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What makes a good story?

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  • Administrator

Opinions are going to vary here greatly so it'll be interesting to see what you think makes a good story.

Personally, I'm not fussed about the technical details - I don't care about missed commas, run-on sentences and such. If I can read the sentence without getting confused, I'm fine with it. I'm no grammar expert myself so I don't like picking on others for minor errors. I'm also not overly keen on long flowery sentences full of descriptive words - that just makes my head hurt and I become even more confused. 

For me, I'm drawn to stories that are about the characters. I like characters that I myself can relate to which is why I only read stories about human characters. Although I do love animals in real life, I don't feel so engrossed in a written piece of work if it's about animals unless the fandom itself is animal-centred (Ice Age for example in which all the characters are given human-like personalities). (does this make any sense? hopefully) I want to be taken on an adventure full of twists and turns. I don't want to read a story that just follows the canon and does nothing with it. I want to be drawn into that character's world and feel how they feel - that's why dialogue is so important to me. They say actions speak louder than words, but its dialogue that makes a character memorable in my opinion. 

Character development is important too. I want to see how a character gets from A to B and how their thought process changes along the way. If they're in a relationship, there better be a build up to it and not just forced because the author wants them together. I like logic. I often ask myself with my own stories, 'if character does this, why are they doing it?'

Secondly, plot. I grew up on high fantasy stuff like Lord of the Rings and Neverwinter Nights, so this genre plays a huge role in the structure of my stories and what I like to read about. I like stories that are slow and build up over time. I like complex plots. I like multiple twists and turns and overly dramatic scenes. Someone once told me that my works feel like a Bioware story (I find that a big compliment since their games got me into writing). I don't always play by the fandom rules - rather, I go with what makes sense to me.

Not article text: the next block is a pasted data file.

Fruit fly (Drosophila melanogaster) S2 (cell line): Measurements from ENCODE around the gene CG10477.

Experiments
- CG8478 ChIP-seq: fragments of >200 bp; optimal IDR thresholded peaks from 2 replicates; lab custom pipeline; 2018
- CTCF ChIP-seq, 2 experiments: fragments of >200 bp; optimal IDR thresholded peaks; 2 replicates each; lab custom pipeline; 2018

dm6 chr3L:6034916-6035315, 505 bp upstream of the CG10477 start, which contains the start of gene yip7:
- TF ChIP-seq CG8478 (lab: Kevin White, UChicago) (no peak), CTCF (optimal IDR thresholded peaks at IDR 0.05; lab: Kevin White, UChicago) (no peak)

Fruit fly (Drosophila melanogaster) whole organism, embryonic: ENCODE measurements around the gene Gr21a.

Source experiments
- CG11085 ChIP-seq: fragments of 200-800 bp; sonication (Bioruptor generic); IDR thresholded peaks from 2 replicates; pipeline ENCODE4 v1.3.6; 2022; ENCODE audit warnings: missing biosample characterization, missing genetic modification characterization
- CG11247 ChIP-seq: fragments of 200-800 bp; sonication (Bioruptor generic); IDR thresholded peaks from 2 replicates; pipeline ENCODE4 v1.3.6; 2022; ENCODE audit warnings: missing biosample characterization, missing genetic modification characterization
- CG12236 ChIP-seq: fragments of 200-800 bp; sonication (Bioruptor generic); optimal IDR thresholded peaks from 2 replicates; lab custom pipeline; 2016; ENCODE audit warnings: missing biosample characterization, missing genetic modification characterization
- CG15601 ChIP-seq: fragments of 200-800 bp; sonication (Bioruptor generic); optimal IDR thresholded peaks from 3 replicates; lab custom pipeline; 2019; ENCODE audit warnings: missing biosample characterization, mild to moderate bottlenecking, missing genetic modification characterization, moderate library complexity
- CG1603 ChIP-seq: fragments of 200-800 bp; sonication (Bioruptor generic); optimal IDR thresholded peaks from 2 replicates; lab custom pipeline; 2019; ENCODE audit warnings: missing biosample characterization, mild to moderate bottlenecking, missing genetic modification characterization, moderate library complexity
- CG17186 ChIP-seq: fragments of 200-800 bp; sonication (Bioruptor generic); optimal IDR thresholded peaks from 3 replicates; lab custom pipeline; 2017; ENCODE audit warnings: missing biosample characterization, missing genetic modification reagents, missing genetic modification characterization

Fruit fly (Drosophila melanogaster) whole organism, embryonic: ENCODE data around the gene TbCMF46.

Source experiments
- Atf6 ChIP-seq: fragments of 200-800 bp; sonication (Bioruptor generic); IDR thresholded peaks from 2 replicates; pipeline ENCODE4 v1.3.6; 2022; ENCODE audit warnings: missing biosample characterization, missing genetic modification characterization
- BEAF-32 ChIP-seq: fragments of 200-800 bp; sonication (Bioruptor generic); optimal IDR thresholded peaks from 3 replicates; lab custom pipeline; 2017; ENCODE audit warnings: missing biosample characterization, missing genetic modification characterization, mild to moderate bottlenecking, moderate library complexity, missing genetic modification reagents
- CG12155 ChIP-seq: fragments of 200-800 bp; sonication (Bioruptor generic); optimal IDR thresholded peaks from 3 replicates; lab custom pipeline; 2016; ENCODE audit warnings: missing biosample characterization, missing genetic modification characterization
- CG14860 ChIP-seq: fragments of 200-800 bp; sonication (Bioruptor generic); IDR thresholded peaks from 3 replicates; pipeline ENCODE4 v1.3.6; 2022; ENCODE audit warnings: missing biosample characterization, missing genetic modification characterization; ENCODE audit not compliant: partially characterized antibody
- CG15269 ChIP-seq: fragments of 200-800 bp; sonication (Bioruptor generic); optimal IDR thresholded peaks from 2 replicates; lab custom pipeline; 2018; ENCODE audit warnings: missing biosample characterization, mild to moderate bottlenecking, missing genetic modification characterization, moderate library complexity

Anyways, in summary, I like stories that are different. I like the ones that aren't afraid to take risks. I like stories that feature emotionally rich characters that are easily memorable. I like lengthy build ups and plots that move slowly. Grammar and spelling aren't a concern to me. If the characters are interesting, and the plot is strong, chances are, I'm going to be a fan. A fellow friend of mine and a great author said to me, 'Everyone can write a story. But not everyone can tell a story."

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What I like in a story... that's a though one...

To me, the most important thing is the plot in itself. If the course of the story makes sense and all the subplots are resolved in the end, is a good story for me. Of course, character development is important too but in my oponion, it doesn't matter if a character is perfectly writen if the world in which he/she develops is poor and uninteresting.

I love to be surprised, so that's where my taste for interesting plot twists and clever characters comes from.

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For me this is easy. Character and plot development are a MUST. Scenes where nothing happens are ones I try to avoid and don't really like writing/reading/watching in movies. (Yeah I'm not a huge Lord of the Rings fan...SO MUCH WALKING).

To me it's important that a story flows well and at a pace you would expect from plots and themes present. I also like it when there's as little plot holes as possible and everything gets wrapped up at the end.

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1 hour ago, Edgy Edgelord Eric said:

-A deep plot that must also be read in between the lines

-Not-so-obvious but subtly hinted at plot twists

-Character development

-Believable romance

-Logic and no fallacies

-Avoiding cliches

-A dash of humor here and there

-Not too many cliffhangers

-Subtle interconnections

-Diverse range of character types

Agreed. Much more in detail than what I said. Especially in the Logic and no fallacies bit. I always try and make things in my stories "logical" and that they would work "within reason".

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While I love stories that have incredibly intricate, depthy, and thematic plots, that isn't a requirement. 

The characters are what make or break a story for me. If they are 2-D, erratic and nonsensical, stupid, Mary/Gary Sue-ish, or written extremely offensively and with obvious prejudice- but the plot is incredible?  Screw it, won't read it unironically, I'll maybe look up a summary on spark notes.  

In contrast, if the plot is full of gaping holes and illogic that breaks my suspension of disbelief, and the characters are amazing? It's forgivable.

I'll overlook the issues with plot if the story being told (because then it's likely character driven) is good. 

That being said, I prefer both the plot and characters be well done. 

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Another amazing topic, doubtless ^_^